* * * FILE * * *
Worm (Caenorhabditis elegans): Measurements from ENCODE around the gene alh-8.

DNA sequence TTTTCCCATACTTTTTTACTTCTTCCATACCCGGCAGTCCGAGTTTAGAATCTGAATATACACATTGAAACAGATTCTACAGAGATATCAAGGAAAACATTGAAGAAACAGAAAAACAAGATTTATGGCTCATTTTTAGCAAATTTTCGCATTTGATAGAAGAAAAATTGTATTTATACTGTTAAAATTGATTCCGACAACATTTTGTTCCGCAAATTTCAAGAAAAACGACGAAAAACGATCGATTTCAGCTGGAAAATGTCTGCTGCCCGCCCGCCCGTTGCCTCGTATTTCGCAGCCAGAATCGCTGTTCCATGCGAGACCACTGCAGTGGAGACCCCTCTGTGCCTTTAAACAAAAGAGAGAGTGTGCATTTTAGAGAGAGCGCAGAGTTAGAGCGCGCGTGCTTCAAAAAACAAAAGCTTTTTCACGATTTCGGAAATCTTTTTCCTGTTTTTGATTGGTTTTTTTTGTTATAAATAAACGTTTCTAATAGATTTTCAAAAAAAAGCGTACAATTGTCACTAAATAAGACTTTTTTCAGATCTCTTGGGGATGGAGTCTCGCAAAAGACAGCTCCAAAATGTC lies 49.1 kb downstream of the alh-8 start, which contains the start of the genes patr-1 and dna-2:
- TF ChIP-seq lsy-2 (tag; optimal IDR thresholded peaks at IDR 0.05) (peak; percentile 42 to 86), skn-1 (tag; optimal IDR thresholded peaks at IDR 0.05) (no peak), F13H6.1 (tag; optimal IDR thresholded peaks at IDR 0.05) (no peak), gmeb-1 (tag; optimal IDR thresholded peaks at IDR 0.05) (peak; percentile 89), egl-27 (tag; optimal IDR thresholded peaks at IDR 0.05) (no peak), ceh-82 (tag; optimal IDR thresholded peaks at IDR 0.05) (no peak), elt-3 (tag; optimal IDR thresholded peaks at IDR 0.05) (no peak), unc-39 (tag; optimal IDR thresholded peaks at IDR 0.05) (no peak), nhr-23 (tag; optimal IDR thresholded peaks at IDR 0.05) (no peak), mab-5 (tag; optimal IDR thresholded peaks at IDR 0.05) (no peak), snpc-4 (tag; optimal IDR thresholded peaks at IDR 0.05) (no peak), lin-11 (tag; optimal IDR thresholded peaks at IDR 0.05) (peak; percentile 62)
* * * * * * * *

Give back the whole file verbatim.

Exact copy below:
Worm (Caenorhabditis elegans): Measurements from ENCODE around the gene alh-8.

DNA sequence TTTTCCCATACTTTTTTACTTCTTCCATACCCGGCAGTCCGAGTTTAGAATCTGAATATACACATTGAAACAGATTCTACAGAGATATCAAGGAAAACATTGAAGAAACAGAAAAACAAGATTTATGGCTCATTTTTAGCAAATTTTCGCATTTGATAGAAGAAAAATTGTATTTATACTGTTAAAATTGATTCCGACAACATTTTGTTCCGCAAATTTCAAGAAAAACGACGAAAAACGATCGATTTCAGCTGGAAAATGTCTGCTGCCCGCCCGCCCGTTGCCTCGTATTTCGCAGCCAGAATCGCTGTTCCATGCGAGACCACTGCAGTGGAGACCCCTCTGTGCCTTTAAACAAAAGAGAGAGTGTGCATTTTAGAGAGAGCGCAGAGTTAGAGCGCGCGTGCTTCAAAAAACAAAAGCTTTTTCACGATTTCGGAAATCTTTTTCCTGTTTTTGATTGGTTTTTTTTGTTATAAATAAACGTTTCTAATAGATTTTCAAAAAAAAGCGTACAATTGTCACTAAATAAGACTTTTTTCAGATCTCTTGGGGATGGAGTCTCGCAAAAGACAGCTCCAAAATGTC lies 49.1 kb downstream of the alh-8 start, which contains the start of the genes patr-1 and dna-2:
- TF ChIP-seq lsy-2 (tag; optimal IDR thresholded peaks at IDR 0.05) (peak; percentile 42 to 86), skn-1 (tag; optimal IDR thresholded peaks at IDR 0.05) (no peak), F13H6.1 (tag; optimal IDR thresholded peaks at IDR 0.05) (no peak), gmeb-1 (tag; optimal IDR thresholded peaks at IDR 0.05) (peak; percentile 89), egl-27 (tag; optimal IDR thresholded peaks at IDR 0.05) (no peak), ceh-82 (tag; optimal IDR thresholded peaks at IDR 0.05) (no peak), elt-3 (tag; optimal IDR thresholded peaks at IDR 0.05) (no peak), unc-39 (tag; optimal IDR thresholded peaks at IDR 0.05) (no peak), nhr-23 (tag; optimal IDR thresholded peaks at IDR 0.05) (no peak), mab-5 (tag; optimal IDR thresholded peaks at IDR 0.05) (no peak), snpc-4 (tag; optimal IDR thresholded peaks at IDR 0.05) (no peak), lin-11 (tag; optimal IDR thresholded peaks at IDR 0.05) (peak; percentile 62)